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Insect Biochem Mol Biol. 2005 Nov;35(11):1293-307.

Sindbis virus induces transport processes and alters expression of innate immunity pathway genes in the midgut of the disease vector, Aedes aegypti.

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  • 1Department of Cell Biology and Neuroscience, University of California, Riverside, California 92521, USA.


The midgut of hematophagous insects is the initial site of infection by arthropod-borne viruses (arboviruses) and plays a crucial role in vector competence. To further understand processes that occur in the midgut in response to infection by an arbovirus, DNA microarrays were used to analyze gene expression changes following infection by the alphavirus, Sindbis (MRE16 Malaysian strain). Midgut transcription profiles from mosquitoes fed blood containing 10(8)pfu/ml of virus were compared with those from mosquitoes ingesting blood meals having no virus. Transcription profiles from both experimental groups were analyzed at 1, 4, and 8 days post-feeding. Among the many transcription changes observed by microarray analysis, the most dramatic involved three genes that had 25-40-fold increases in transcript levels in virus infected mosquitoes at 4 days post-infection. These genes were synaptic vesicle protein-2 (SV2), potassium-dependent sodium/calcium exchanger (NCKX), and a homologue of Caenorhabditis elegans Unc-93, a putative component of a two-pore potassium channel. We speculate that these changes represent changes in vesicle transport processes. In addition to these observations, transcript changes were observed in infected mosquitoes that suggested involvement of Toll and c-jun amino terminal kinase immune cascades as a response to viral infection.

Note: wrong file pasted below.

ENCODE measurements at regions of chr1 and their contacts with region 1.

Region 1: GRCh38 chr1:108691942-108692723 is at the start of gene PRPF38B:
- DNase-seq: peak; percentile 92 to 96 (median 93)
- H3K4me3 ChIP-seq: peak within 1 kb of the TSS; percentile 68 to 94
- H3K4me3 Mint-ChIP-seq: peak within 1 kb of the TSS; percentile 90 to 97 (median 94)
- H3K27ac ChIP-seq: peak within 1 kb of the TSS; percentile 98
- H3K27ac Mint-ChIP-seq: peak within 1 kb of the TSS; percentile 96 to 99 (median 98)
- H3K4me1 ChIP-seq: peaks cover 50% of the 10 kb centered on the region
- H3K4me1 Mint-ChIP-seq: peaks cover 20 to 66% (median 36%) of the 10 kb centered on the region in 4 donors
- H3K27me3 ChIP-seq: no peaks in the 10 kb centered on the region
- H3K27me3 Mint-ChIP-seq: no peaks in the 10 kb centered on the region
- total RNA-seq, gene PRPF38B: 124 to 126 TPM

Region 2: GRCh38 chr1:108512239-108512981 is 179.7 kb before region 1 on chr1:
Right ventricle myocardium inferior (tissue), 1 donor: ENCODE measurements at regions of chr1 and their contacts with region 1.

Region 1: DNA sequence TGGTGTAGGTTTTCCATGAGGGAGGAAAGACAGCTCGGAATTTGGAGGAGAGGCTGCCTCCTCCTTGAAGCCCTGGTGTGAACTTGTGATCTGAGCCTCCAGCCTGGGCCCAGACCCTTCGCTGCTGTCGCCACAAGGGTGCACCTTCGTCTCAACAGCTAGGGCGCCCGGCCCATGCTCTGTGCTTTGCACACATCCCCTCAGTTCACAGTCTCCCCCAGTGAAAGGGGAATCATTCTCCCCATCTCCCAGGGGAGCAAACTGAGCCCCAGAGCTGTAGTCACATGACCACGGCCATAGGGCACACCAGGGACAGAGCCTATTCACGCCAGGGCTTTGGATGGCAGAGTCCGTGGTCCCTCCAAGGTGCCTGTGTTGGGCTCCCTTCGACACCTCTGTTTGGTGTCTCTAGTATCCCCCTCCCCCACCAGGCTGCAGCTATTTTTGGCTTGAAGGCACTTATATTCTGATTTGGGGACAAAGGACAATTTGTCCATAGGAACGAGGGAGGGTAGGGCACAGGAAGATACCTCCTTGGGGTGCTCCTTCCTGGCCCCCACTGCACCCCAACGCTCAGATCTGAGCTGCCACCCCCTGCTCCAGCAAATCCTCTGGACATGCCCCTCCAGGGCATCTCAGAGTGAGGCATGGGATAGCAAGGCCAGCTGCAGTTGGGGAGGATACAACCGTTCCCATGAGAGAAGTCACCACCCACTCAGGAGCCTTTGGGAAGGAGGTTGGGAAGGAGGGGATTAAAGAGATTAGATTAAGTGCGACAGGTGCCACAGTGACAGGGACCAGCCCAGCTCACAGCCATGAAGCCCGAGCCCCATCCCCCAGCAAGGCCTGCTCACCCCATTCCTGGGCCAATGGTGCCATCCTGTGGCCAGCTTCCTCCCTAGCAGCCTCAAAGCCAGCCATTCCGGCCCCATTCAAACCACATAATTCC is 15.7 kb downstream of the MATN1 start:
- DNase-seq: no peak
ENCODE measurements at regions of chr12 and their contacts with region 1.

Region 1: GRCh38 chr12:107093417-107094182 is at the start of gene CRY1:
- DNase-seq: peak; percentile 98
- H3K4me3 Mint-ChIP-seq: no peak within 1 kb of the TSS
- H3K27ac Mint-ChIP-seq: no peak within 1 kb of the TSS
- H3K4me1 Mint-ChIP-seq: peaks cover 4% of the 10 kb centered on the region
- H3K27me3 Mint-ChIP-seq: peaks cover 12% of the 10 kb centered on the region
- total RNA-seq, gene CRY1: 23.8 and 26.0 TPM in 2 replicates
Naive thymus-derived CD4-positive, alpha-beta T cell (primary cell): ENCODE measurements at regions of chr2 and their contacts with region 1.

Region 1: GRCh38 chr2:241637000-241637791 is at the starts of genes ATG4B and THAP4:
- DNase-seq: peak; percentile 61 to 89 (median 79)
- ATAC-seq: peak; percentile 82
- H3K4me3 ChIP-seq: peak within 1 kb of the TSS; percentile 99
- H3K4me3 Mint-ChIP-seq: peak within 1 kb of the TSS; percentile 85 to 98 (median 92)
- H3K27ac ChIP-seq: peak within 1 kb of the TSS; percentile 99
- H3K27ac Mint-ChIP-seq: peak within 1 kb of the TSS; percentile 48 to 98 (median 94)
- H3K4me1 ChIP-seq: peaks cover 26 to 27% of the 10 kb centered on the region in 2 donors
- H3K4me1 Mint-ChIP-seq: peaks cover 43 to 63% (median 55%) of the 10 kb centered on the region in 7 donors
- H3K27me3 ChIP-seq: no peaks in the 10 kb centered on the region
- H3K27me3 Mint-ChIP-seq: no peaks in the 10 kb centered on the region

[PubMed - indexed for MEDLINE]
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